The 33rd annual Coin of the Year Awards (COTY’s) commenced on the second day of the World Money Fair, with representatives from various mints in attendance to receive awards for 2014-dated coins nominated in eleven categories.
This year saw the return of David Harper, Editor of Numismatic News, as the host and presenter. He began the proceedings with an announcement that the COTY’s may soon look to honor coins in the year following their releases, speeding up the current system which distributes its awards two years after issue. He emphasized that with the assistance of various world mints, this change was entirely feasible and could give the presentation a more current list of nominees to choose from. With his opening comments concluded, the awards were underway.
The first award was presented Germany, the host country of the World Money Fair, which won in the Most Historically Significant Coin category. The coin was the 10 mark silver piece celebrating the 300th anniversary of the invention of the mercury thermometer by Daniel Fahrenheit. Although the system is no longer in use in much of Europe, it is still widely used in the United States. The award was received by the representative of the German Federal Ministry of Finance.
The next award went to the Bank of Latvia for Best Contemporary Event Coin. Their coin, issued in 2014, marked the 25th anniversary of what is remembered as the “Baltic Chain,” which saw citizens from all three Baltic states join hands to link their capital cities, demonstrating their desire for independence from Soviet occupation. Independence was eventually achieved in 1991, and all three states are now members of the European Union.
Canada is often recognized at the COTY’s for their interesting and technically innovative coins, and this year as no exception. The Royal Canadian Mint (RCM) won the category of Best Crown Coin for their $25 silver Maple Leaf canopy color enhanced application. The design was inspired by what is visible by looking upward while standing in the middle of a forest of maple trees. The award was presented to RCM CEO Sandra Hanington.
The United Kingdom was honored in the category of Best Circulating Coin for a bi-metallic £2 piece marking the centennial anniversary of the commencement of the First World War. The reverse design included a re-creation of the well-known recruitment poster featuring an image of Lord Kitchener. Anne Jessop, the recently appointed head of the Commemorative Coin Department, accepted the award on behalf of the Royal Mint.
The category of the Most inspirational Coin was easily won by Poland with their silver coin remembering the centennial anniversary of the of birth of Jan Karski, who developed a means of communicating the harsh realities of Nazi labour camps and Warsaw ghettos by inserting vital information into a hollowed-out key. His contributions were considered to be of the greatest importance when the Allies brought charges of crimes against humanity to those in charge of concentration camps. Representatives from the Mint of Poland and the National Bank of Poland Bank were on hand to accept the award.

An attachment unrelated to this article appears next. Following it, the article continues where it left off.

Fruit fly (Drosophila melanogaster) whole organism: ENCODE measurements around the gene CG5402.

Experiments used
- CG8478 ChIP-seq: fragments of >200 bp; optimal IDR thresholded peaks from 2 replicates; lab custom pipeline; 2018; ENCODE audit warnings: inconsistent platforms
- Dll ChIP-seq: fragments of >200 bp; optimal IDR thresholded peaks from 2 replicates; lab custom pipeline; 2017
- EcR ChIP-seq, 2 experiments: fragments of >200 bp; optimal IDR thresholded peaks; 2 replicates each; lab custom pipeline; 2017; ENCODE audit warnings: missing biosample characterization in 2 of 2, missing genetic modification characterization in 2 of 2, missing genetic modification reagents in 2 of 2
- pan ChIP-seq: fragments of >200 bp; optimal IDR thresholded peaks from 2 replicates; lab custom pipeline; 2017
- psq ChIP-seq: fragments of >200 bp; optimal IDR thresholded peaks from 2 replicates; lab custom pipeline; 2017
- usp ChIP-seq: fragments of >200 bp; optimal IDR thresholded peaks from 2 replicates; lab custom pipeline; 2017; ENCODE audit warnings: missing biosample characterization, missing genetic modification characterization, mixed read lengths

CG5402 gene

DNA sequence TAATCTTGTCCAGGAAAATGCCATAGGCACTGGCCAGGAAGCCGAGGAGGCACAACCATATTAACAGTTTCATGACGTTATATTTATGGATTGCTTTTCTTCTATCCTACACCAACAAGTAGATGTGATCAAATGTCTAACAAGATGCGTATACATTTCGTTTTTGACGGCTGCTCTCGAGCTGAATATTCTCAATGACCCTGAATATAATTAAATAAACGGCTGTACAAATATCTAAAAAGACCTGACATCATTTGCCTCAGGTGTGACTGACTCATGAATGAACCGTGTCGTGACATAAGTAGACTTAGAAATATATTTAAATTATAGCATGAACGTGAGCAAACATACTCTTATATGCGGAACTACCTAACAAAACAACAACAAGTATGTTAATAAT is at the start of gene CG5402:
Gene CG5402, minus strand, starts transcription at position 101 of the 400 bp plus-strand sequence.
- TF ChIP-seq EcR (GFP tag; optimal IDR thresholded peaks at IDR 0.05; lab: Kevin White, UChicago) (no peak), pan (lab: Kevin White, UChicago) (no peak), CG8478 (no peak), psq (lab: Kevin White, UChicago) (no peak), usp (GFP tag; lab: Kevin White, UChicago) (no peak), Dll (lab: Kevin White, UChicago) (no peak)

It is not unusual for the coins of Austria to be nominated in more than one category at the COTY’s; this year was one of their best, as they were successful in the categories of Best Silver Coin, Best Bi-metallic Coin and Most Artistic Coin. Of particular interest was the 2014 20 euro silver coin, which remembered the 25th anniversary of the fall of the Berlin Wall. The coin’s design cleverly depicted a young man walking through the dismantled section of the wall, utilizing images of him from the front and from behind.
The Gustav Klimt gold coin was judged to be the most artistic. An image of one of the women who played an important part in the life of Klimt was depicted on this issue, which is part of a five year series. Austria’s niobium coin highlighting evolution was also a favorite, due to the various shades of color it employed via an oxidizing process; it was chosen as best bi-metallic. Mr. Gerhard Starsich, General Director of the Austrian Mint, received all three awards and thanked the voters who made their wins possible.
The United States had one of their best ever COTY’s, thanks to the 2014 Baseball Hall of Fame coins, favored for their concave shape and overall design. The $5 gold and half dollar cupro nickel issues of these coins earned well-deserved awards in the categories of Best Gold Coin and Most Innovative Coin. With all votes tabulated, the ten winning designs were considered for the overall Coin of the Year Award, a distinction that went to the half dollar Baseball Hall of Fame coin.
The last recognition of the afternoon was the Coin of the Year’s lifetime achievement award for outstanding coin design. This year, a husband and wife team were honored for their significant work in German coin design.
The work of Heinz Hoyer and Sneschana Russewa-Hoyer’s is well known to many German coin collectors. Their work was originally seen on the coins of the German Democratic Republic. Thereafter, they made the transition from the former East German Mint to design coins for the Federal Republic. One of their lasting and more familiar works is that of the present obverse designs currently seen on German circulation one- and two-euro coins.
We will keep readers updated on COTY nominations in the run up to next year’s ceremony, which will be held on the February 4, 2017. Images of many of the coins recognized above can be found here.